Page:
Where the Wolf takes classic horror and dark fantasy imagery, including fairy tale imagery, and creates a narrative about a young girl becoming a woman becoming a mother, and how she uses the werewolf or fairy tale wolf imagery to convey that change and the protection she needed while going through those changes. She uses the wolf image as a metaphor for adaption, change, and even survival:
I say wolf but I mean gown of changed night:
forecast of bones falling from the rooks’ tongues, the weight of a hundred skies inside.
In tapping into this imagery, she takes a classic monster or villain from the tales and reinvents it as an icon of womanhood. This is something that Kindred is known for doing, taking known characters from fantasy or fairy tales and giving them new, unheard, voices to powerful effect, and Where the Wolf is no exception.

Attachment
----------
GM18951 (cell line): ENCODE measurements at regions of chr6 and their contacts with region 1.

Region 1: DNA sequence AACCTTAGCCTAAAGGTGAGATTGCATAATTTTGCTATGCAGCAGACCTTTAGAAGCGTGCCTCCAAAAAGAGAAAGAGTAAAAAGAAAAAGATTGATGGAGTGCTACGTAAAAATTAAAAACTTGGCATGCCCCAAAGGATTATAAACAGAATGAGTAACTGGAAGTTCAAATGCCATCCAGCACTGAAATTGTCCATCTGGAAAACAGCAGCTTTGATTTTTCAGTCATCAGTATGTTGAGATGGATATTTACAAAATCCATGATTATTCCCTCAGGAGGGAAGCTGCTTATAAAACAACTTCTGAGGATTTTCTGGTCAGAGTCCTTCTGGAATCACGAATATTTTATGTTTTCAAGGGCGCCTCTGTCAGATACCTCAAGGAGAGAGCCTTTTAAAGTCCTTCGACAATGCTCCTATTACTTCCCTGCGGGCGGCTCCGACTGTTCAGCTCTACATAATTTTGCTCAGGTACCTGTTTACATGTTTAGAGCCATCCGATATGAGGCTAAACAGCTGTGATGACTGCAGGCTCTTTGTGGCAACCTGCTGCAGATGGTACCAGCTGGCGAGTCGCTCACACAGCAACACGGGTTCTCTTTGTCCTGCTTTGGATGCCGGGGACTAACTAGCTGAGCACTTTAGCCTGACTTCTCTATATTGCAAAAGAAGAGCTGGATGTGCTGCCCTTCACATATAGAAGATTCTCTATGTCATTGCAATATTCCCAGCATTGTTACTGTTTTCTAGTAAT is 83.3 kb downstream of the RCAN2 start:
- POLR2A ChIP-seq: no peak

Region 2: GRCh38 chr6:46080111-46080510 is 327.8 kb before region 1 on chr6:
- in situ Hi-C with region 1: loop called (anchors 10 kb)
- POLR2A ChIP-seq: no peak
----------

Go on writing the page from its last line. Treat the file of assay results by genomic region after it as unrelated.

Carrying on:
Sally Rosen Kindred is the author of Where the Wolf, a winner of the Diode Editions Book Prize, forthcoming in 2021, Book of Asters (Mayapple Press, 2014) and No Eden (Mayapple Press, 2011). Her chapbooks are Says the Forest to the Girl (Porkbelly Press, 2018), and Darling Hands, Darling Tongue (Hyacinth Girl Press, 2013). She has received two Individual Artist Awards in Poetry from the Maryland State Arts Council, and her poems have appeared in The Gettysburg Review, Shenandoah, and Kenyon Review Online. She teaches writing online for the Johns Hopkins Center for Talented Youth.